You’ve moved into your newly constructed home and a lot of people around you have done the same. The challenge with new homes particularly in new homebuilder communities is that they tend to be exposed. Fences may not be up between homes or around the development. Traffic from outside your new neighborhood is coming and going: construction companies, subcontractors, movers, potential home buyers, and a steady stream of new people moving into their homes – and this may go on for months or even years to come.
Your home should be the one place you feel the safest, but unfortunately, bad people break into homes anytime of the day or night and sometimes even when your home. There are a number of ways to protect your home and family, some basic and others technological. But as the old saying goes, “an ounce of prevention is better than a pound of cure.” After you’ve activated your home’s pre-installed security systems — and if you haven’t, go here to find out how HomeRun can help you — here are some tips and best practices to secure your home and guard your family and property from the bad guys.
1. Make your entry points and windows stronger and more secure
You can have all the security and surveillance systems money can buy, but your first line of defense are your doors and windows. Make sure they are rock solid:
- Ensure that your locks are sturdy and not easily tampered with. Your builder has likely installed the most basic locks. Upgrade your locks. Make sure they are strong and can’t be overcome from the outside.
- Apply some common sense – make sure you lock your doors and windows when you are away or asleep. This is often the most overlooked security strategy!
- Keep your blinds closed. Don’t turn your home into a storefront window for burglars! If you have floor to ceiling windows, especially if your ceiling is vaulted, consider motorized window treatments to make it easier – or even possible – to effectively cover your windows.
2. Smart fences make good neighbors – and more secure homes
If your HOA allows it or requires it, your new home may already have a fence or it’s waiting for one come in. A physical barrier between the outside world and your property may seem like enough, but once your fence is installed consider these two additional capabilities to secure your perimeter:
- Consider motion detectors connected to your security system within your fence system to provide you advanced alerts.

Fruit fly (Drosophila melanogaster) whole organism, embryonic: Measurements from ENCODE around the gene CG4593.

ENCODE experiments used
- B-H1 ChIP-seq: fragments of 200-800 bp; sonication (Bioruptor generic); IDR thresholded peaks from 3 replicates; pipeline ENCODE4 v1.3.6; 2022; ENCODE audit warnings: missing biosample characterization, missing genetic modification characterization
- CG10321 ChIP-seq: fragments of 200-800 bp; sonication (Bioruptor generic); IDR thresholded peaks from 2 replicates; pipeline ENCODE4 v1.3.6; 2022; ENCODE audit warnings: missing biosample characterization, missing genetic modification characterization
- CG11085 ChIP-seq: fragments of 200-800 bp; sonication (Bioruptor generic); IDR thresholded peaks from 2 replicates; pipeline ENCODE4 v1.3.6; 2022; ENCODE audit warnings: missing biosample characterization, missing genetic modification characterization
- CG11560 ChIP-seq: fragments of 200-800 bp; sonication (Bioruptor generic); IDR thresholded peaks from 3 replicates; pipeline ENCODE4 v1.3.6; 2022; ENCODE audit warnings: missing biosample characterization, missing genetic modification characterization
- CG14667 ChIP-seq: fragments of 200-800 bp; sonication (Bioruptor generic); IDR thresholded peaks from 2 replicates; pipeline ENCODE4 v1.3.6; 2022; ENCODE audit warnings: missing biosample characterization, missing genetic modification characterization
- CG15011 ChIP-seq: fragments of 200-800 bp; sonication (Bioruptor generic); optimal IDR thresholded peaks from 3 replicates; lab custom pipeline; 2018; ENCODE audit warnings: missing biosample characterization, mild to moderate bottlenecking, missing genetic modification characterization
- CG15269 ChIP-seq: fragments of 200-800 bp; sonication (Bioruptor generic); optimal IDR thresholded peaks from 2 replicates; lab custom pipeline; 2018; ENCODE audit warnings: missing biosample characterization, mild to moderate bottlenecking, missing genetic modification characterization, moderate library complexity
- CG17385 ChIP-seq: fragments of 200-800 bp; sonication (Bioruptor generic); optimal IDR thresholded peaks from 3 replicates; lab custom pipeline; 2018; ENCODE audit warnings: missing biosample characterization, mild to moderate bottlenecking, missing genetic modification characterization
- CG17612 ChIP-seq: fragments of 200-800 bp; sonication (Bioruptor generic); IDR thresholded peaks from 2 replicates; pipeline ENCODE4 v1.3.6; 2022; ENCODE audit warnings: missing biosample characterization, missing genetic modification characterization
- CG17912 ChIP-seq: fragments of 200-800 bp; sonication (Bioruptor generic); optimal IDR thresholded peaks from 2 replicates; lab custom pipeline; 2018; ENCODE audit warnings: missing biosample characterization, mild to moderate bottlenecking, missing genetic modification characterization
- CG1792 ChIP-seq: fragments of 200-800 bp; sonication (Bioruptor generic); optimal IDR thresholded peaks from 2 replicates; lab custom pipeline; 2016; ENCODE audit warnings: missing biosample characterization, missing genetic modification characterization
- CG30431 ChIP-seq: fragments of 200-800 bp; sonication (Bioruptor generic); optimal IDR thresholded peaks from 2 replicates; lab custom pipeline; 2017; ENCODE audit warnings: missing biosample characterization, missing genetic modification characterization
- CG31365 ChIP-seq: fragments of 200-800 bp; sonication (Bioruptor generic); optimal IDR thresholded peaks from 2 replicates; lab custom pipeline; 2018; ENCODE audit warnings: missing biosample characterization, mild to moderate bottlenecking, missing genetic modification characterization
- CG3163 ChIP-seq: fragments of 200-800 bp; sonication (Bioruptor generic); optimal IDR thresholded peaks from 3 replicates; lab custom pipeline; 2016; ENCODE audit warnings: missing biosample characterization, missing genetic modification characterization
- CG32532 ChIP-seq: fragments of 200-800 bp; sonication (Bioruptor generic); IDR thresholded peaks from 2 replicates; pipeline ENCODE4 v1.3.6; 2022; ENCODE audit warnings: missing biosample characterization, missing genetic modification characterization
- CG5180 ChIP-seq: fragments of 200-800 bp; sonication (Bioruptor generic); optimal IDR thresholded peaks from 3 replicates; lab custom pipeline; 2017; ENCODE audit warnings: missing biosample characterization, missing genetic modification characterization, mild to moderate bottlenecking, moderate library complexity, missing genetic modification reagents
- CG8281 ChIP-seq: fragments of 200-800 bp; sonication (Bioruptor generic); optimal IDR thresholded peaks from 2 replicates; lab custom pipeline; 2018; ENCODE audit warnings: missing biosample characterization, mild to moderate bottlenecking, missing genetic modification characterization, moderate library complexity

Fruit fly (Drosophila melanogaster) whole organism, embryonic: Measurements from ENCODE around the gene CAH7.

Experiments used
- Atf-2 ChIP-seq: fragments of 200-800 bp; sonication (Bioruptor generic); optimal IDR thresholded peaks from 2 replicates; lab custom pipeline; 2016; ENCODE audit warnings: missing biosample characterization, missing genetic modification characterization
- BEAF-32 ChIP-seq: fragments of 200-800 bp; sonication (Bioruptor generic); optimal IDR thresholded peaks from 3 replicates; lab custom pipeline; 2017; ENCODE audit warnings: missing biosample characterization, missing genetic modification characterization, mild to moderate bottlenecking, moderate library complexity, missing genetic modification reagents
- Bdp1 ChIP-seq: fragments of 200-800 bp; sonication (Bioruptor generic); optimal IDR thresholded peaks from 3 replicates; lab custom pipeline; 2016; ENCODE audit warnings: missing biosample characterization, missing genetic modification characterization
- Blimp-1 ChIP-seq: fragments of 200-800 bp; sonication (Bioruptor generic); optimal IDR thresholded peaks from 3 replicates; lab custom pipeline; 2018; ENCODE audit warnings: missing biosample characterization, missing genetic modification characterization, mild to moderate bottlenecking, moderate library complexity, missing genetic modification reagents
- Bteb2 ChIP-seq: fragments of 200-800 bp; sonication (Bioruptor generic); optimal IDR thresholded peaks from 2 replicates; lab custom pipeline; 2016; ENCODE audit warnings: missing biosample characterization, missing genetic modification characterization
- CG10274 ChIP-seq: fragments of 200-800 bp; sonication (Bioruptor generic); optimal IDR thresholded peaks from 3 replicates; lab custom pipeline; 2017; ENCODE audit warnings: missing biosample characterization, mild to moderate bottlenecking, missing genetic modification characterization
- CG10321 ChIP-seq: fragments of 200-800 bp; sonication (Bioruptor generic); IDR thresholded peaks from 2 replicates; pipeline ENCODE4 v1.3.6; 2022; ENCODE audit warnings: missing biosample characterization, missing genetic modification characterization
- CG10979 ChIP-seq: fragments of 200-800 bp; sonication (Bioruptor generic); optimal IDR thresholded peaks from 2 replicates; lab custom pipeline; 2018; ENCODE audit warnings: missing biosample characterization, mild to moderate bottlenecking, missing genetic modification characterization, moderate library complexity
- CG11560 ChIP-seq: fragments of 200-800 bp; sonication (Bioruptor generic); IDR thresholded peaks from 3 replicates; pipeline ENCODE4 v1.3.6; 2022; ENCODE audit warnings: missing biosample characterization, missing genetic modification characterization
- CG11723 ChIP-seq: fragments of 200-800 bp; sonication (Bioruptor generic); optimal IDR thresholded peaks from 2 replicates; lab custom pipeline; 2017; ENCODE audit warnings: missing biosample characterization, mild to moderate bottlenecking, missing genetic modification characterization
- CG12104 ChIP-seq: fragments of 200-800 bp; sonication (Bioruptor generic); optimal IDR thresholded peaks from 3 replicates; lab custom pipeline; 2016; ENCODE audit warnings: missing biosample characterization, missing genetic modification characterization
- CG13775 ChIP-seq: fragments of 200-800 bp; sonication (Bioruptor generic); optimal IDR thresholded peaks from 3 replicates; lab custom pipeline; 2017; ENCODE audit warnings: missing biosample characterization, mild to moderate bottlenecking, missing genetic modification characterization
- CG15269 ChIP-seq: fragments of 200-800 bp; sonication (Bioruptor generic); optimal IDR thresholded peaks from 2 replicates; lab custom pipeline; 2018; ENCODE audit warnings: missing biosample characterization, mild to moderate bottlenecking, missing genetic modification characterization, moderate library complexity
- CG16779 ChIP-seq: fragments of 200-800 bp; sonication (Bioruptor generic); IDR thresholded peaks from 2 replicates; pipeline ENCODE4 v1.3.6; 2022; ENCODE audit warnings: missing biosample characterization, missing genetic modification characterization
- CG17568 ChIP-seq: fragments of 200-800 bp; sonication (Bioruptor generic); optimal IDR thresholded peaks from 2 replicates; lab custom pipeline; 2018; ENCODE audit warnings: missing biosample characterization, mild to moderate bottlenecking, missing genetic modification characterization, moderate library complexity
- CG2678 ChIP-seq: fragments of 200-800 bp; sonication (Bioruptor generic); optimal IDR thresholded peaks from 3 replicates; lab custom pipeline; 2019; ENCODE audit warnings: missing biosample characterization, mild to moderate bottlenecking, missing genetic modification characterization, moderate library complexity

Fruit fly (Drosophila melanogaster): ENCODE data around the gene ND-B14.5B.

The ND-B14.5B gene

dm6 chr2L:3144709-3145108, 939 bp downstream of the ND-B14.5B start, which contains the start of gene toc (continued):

- Install connected cameras around the full exterior of your home, not just on your front door). Include your backyard or around the fence itself to visually monitor the perimeter. An additional benefit is that your exterior camera system can provide evidence if a break-in happens.
3. Know thy neighbor
People are significantly more transient than just a decade ago and certainly more than the neighbor you may have grown up in. Moreover, people tend to nest inside their homes for extended periods of time enjoying their home theaters and gaming consoles.
Good ahead, though, and make friends with the people around you. They can be your look out when you’re away. They are your best chance for something suspicious to be reported to you and possibly the police. If you have a neighborhood watch program, join it and help others make your home and community a safer and more secure place to live.
4. Man’s best friend is a family’s best security guard
You promised the kids a dog once you moved into your new home. Go ahead and make good on your promise. You might just be enabling a tried-and-true security device – the family dog. Dogs are famous for their sense of smell and hearing – and even danger. Burglars are likely to avoid your home if they know there’s a dog they might have to deal with.
- Dogs, big or small, can intimidate people who want to come into your home uninvited.
- If a break-in happens, your dog’s bark will not only alert you, but may possibly scare away your intruder.
- You may be a cat person, but even you have to admit that your cat is all about himself. Go with a dog! (We like cats, but they’re just not known for their security benefits!)
5. Know your numbers – and see them
Who are you going to call when you need help? Maybe the first thing to know is their phone number. Our smartphones and smart assistants have made remembering phone numbers obsolete. But having key numbers written down and visible to everybody inside the home – especially for a home or pet sitter could make all the difference.
- Start with the no-brainer one: the closest police station’s direct phone number. Don’t rely on just 911.
- Your friends and family numbers should definitely be there. You can count on them to help you in an emergency.
- Those new neighbors across the street and next door. You should have their numbers too. Both home and office. Don’t know them? See tip #3.
- And don’t forget to write down the phone numbers of the places or people you may be with if you’re away from your home for extended amount of time.
There’s a good chance your home has been pre-wired or already has a basic home security system installed. Activate your security service if you haven’t already. And go ahead and connect it to your local authorities. Not only will your activated security system alert them, but it will alert you before an intruder takes your property or threatens your safety.
If you have already activated or installed a security system, don’t completely rely on it. While modern security systems are highly reliable, don’t put all your eggs in one basket. Implement the tips and best practices from above and enjoy greater peace of mind that you’ve protected your home and family the best way you can.
Now go meet the people who just moved-in across the street!